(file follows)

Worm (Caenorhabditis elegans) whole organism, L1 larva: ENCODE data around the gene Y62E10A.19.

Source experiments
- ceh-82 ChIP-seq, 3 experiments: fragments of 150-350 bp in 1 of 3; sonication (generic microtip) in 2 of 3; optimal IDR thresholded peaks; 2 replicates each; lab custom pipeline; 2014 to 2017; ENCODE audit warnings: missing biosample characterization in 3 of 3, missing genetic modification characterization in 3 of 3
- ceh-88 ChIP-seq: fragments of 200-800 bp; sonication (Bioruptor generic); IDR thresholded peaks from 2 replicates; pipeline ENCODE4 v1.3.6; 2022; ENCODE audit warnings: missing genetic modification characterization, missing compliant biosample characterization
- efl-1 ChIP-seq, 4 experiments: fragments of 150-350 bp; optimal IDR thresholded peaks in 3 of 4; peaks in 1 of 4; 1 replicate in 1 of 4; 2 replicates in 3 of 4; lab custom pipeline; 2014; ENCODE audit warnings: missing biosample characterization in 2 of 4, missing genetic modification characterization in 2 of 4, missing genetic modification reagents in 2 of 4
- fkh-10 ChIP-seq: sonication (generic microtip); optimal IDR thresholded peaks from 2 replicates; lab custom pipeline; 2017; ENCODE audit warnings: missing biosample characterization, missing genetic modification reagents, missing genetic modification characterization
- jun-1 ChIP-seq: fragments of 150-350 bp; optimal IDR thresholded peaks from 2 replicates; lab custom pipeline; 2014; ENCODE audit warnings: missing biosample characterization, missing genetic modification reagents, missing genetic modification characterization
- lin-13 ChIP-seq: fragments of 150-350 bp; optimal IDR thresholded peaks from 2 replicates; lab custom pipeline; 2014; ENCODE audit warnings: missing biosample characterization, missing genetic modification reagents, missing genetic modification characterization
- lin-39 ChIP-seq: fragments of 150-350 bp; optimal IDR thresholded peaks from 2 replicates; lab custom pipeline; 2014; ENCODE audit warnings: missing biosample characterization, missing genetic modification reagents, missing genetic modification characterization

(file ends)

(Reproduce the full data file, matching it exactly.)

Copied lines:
Worm (Caenorhabditis elegans) whole organism, L1 larva: ENCODE data around the gene Y62E10A.19.

Source experiments
- ceh-82 ChIP-seq, 3 experiments: fragments of 150-350 bp in 1 of 3; sonication (generic microtip) in 2 of 3; optimal IDR thresholded peaks; 2 replicates each; lab custom pipeline; 2014 to 2017; ENCODE audit warnings: missing biosample characterization in 3 of 3, missing genetic modification characterization in 3 of 3
- ceh-88 ChIP-seq: fragments of 200-800 bp; sonication (Bioruptor generic); IDR thresholded peaks from 2 replicates; pipeline ENCODE4 v1.3.6; 2022; ENCODE audit warnings: missing genetic modification characterization, missing compliant biosample characterization
- efl-1 ChIP-seq, 4 experiments: fragments of 150-350 bp; optimal IDR thresholded peaks in 3 of 4; peaks in 1 of 4; 1 replicate in 1 of 4; 2 replicates in 3 of 4; lab custom pipeline; 2014; ENCODE audit warnings: missing biosample characterization in 2 of 4, missing genetic modification characterization in 2 of 4, missing genetic modification reagents in 2 of 4
- fkh-10 ChIP-seq: sonication (generic microtip); optimal IDR thresholded peaks from 2 replicates; lab custom pipeline; 2017; ENCODE audit warnings: missing biosample characterization, missing genetic modification reagents, missing genetic modification characterization
- jun-1 ChIP-seq: fragments of 150-350 bp; optimal IDR thresholded peaks from 2 replicates; lab custom pipeline; 2014; ENCODE audit warnings: missing biosample characterization, missing genetic modification reagents, missing genetic modification characterization
- lin-13 ChIP-seq: fragments of 150-350 bp; optimal IDR thresholded peaks from 2 replicates; lab custom pipeline; 2014; ENCODE audit warnings: missing biosample characterization, missing genetic modification reagents, missing genetic modification characterization
- lin-39 ChIP-seq: fragments of 150-350 bp; optimal IDR thresholded peaks from 2 replicates; lab custom pipeline; 2014; ENCODE audit warnings: missing biosample characterization, missing genetic modification reagents, missing genetic modification characterization